If you can read this, you might want to skip straight to the content. Also, kindly take a moment to read my rant about Web design—especially if you’re wondering why this site looks a bit…dull.


by Ben Goren

First: I’ve completely re-written this code. Unfortunately, I haven’t yet had a chance to put a sample up on-line. I also don’t have the time to edit out all the references to said sample…so what follows is the original text, unchanged.

Not everybody is a Web designer. What’s more, not everybody who wants to run a Web site is a Web designer. People who fall into that category have two choices: learn to become a Web designer, or spend money on a person, product, or both, to design their Web site for them.

For most, the former is not practical. HTML is a fairly easy computer language to learn, especially since it’s a markup language and not a programming language (a markup language says, “make this text look this way,” while a programming language says, “if this, do that while this other thing is equal to something else”)—but even a markup language can be confusing and unforgiving to novices.

And mastering HTML is just the beginning: there’s the graphic design angle, which requires a different set of skills. As I rant about elsewhere, that’s even harder than the simple mechanics of formatting text with HTML. Once you’ve created your site, you’ve got to maintain it. What happens when you need to change that email address at the bottom of every page in the site, or if you get sick of the color scheme, or…?

There are many tools designed to assist in the creation of entire Web sites, not just individual Web pages. All of them have faults of one kind or another: the more flexible ones require more effort to learn and use; the ones that are easy to use can’t do everything the flexible ones can. Some of them are just plain bad products. I’ve yet to find one I like.

So, I wrote my own. Not from scratch, mind you—I used tools that others have already created. At the top of the list is HTML::Mason, a Perl module that woks with the Apache Web server to let a programmer commingle HTML and Perl in a very intuitive manner. (Intuitive to a programmer, of course). All the acutal content is stored in a PostgreSQL database; the Mason code extracts the pieces from the database and assembles them into pages such as the one you’re looking at right now.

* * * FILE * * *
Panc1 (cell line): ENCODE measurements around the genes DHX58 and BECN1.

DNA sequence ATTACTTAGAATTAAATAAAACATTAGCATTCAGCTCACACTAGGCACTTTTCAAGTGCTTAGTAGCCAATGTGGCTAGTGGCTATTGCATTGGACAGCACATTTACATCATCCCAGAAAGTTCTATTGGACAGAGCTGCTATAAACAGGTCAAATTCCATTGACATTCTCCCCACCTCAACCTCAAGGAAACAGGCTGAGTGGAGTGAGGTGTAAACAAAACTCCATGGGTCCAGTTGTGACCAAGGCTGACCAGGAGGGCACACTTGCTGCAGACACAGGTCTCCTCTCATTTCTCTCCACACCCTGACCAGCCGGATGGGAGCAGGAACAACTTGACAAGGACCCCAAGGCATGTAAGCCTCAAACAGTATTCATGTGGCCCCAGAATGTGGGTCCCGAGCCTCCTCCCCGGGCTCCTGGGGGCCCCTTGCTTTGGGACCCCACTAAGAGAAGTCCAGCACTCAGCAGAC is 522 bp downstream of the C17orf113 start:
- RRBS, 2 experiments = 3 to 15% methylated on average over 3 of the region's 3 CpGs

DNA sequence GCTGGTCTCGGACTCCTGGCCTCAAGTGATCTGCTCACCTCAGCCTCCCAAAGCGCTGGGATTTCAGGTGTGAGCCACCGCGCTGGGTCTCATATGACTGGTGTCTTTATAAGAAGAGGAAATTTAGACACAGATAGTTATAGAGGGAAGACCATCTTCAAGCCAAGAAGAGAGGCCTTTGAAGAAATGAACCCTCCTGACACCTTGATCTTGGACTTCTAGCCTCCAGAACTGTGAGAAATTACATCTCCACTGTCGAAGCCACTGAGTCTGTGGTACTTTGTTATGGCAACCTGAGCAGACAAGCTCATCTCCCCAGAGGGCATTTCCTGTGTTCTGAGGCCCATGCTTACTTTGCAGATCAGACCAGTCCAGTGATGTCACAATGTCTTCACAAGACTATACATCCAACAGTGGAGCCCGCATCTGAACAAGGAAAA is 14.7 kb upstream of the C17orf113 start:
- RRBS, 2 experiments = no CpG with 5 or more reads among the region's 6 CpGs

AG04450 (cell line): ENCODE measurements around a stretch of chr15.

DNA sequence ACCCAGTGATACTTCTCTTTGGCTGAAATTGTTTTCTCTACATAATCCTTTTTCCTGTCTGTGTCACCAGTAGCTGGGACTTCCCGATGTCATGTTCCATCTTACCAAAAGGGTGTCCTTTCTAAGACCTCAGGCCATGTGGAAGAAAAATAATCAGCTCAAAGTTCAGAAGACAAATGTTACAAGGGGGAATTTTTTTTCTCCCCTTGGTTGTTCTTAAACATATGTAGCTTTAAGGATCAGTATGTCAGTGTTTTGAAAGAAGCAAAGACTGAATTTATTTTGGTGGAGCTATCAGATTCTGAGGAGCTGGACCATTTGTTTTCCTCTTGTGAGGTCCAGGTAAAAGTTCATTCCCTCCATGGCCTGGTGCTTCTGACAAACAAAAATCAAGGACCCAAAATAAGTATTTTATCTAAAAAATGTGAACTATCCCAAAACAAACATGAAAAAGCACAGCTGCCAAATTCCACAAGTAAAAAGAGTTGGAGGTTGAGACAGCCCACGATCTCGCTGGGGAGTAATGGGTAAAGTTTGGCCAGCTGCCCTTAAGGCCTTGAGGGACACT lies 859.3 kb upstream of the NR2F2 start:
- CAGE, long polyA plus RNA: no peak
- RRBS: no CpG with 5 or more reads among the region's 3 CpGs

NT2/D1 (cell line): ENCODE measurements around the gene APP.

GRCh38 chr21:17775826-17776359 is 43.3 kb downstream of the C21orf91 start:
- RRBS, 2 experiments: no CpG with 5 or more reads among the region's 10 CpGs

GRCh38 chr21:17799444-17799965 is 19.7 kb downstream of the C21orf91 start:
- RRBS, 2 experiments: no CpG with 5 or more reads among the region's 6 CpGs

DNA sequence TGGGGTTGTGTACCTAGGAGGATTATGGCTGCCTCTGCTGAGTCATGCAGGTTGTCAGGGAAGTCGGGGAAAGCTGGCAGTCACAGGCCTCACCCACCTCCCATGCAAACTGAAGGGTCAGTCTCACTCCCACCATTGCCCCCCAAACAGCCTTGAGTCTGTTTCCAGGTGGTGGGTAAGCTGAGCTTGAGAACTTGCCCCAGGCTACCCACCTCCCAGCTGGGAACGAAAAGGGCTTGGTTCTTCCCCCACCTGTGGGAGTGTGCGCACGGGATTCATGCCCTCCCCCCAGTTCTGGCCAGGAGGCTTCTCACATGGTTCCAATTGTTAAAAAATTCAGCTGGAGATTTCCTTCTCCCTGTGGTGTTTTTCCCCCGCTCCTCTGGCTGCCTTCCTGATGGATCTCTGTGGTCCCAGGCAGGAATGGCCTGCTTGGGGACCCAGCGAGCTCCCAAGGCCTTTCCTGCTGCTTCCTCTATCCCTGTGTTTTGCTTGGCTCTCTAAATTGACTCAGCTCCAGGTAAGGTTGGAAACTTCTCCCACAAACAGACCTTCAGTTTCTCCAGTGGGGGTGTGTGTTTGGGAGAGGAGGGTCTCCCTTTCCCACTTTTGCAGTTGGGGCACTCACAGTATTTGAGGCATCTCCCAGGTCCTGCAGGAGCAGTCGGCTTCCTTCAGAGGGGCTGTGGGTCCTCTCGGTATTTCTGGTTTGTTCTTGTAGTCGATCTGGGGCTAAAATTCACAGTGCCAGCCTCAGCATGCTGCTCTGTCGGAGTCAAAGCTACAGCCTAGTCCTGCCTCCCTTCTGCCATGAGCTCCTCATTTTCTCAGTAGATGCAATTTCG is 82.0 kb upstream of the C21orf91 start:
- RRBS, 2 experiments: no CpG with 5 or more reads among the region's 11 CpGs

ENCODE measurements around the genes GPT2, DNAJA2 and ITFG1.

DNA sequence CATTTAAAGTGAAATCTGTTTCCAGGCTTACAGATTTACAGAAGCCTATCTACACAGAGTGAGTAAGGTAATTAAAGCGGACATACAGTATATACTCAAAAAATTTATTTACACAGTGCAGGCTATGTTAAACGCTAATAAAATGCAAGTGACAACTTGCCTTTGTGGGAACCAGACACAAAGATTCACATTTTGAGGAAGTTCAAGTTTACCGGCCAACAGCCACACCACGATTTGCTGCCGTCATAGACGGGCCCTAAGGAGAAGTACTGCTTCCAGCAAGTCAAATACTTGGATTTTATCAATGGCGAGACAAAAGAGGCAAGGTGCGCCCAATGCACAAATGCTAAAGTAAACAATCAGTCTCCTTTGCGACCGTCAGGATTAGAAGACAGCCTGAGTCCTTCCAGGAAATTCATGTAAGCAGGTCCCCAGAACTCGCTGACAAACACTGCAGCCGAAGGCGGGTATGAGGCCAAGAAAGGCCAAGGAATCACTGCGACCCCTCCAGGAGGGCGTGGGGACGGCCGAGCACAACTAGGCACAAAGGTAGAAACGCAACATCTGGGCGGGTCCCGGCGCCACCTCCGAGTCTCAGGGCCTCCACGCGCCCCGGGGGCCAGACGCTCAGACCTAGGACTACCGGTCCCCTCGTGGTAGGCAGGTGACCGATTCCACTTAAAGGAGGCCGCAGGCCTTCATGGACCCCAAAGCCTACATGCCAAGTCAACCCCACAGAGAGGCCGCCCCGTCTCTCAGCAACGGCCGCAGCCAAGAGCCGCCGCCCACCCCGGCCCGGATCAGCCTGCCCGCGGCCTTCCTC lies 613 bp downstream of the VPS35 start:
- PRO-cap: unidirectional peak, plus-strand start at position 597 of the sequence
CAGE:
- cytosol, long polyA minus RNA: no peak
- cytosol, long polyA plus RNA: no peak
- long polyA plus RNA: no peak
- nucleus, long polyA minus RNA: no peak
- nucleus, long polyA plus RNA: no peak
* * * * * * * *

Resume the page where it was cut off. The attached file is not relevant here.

Editing the content of the site involves working with a password-protected Web page. A form, similar to ones for ordering merchandise, has areas to enter a title, author, color scheme, and similar kinds of information. At the bottom is a large area to enter the text of the page.

In its current incarnation, that text must be entered in HTML format, but you only need to know a very little HTML to use it. Even this little bit of HTML could be eliminated, but at the cost of some flexibility.

It’s not hard. Here’s a before-and-after fragment:



<p>This is only a test; if it were a <strong>real</strong> emergency, the world would have ended by now.</p>

<p>``So long, and thanks for all the fish'' -- <em>Douglas Adams</em></p>



This is only a test; if it were a real emergency, the world would have ended by now.

“So long, and thanks for all the fish.” — Douglas Adams

That’s about all the HTML you need to know to use my site development software.

Many changes to the page layout can be accomplished by editing the style sheets, which can be done via the Web as well. Each page is (usually) associated with a template that dictates where various elements (headline, navigation menu, etc.) appear on the page. Significant alterations to stylesheets or templates may require the skills of a Web designer, but such changes should be infrequent. More commonly, you’d just pick from a menu of many pre-designed stylesheets and templates.

If I’ve piqued your interest, you can try things out for yourself. Visit http://sample.trumpetpower.com/ for a live site run with this software. To edit that site, visit http://sample.trumpetpower.com/edit and follow the instructions on the screen. You’ll need to use “Guest” as both the username and password. Of course, feel free to contact me at ben@trumpetpower.com if you have any questions, and especially if you’re interested in using this software on your own site.

If you visit that site, do please be aware that anybody on the ’Net can make changes to it. If you make changes, please “play nice.” If you see that somebody before you didn’t, please let me know and I’ll immediately investigate the matter. To make sure that changes don’t accumulate, the database for the site is automatically restored from the original every night, so anything you (or anybody else) does to it will last no more than a day.

You can also view (but not edit) a couple real sites that use the software. The site you’re looking at now, of course, is one. Others include http://www.artsed.org/, http://museumofmilitaryhistory.org/, and http://woodthaticould.com/.